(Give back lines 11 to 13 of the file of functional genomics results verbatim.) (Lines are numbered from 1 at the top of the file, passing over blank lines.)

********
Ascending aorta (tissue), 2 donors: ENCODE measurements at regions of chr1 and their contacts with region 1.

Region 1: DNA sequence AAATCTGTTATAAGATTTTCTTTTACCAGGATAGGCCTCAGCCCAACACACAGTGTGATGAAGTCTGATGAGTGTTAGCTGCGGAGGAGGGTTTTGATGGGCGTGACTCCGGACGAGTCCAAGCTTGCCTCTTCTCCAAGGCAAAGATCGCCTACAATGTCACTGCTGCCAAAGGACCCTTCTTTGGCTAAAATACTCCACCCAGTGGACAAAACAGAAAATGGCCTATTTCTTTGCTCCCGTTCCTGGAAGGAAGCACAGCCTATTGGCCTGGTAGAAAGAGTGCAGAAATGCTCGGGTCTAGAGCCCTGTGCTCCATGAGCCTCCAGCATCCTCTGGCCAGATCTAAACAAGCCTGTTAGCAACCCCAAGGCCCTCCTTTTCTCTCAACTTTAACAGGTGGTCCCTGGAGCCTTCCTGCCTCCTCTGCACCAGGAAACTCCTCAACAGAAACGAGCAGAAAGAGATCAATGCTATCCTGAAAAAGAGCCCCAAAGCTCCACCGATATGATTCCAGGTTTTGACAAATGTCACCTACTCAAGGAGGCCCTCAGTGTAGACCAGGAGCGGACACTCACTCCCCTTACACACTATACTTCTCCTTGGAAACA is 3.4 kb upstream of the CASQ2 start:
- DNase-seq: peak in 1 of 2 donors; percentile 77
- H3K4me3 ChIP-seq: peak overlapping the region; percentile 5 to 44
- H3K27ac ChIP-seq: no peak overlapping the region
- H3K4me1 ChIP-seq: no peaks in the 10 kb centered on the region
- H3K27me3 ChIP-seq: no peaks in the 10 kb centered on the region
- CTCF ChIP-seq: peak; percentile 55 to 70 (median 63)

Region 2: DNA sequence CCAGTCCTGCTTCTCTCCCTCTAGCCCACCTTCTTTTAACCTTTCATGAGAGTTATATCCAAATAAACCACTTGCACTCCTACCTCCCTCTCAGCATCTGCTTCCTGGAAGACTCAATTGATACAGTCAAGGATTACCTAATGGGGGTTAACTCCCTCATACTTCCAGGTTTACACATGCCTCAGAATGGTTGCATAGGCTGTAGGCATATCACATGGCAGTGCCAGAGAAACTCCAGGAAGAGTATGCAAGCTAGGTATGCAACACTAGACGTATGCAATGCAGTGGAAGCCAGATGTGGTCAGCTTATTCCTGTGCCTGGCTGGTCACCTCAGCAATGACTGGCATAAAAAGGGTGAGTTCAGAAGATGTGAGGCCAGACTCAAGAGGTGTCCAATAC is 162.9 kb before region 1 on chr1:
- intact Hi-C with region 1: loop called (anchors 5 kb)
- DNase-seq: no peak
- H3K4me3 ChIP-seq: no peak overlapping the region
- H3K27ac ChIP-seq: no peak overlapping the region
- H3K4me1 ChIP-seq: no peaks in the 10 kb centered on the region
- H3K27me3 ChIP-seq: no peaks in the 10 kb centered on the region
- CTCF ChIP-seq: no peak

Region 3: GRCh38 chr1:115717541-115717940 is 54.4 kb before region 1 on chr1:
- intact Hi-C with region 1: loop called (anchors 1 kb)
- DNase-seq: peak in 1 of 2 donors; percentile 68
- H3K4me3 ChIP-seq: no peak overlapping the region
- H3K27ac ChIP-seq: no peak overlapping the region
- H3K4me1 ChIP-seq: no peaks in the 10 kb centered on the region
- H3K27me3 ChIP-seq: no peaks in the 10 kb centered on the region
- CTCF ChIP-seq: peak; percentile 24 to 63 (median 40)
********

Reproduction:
- DNase-seq: no peak
- H3K4me3 ChIP-seq: no peak overlapping the region
- H3K27ac ChIP-seq: no peak overlapping the region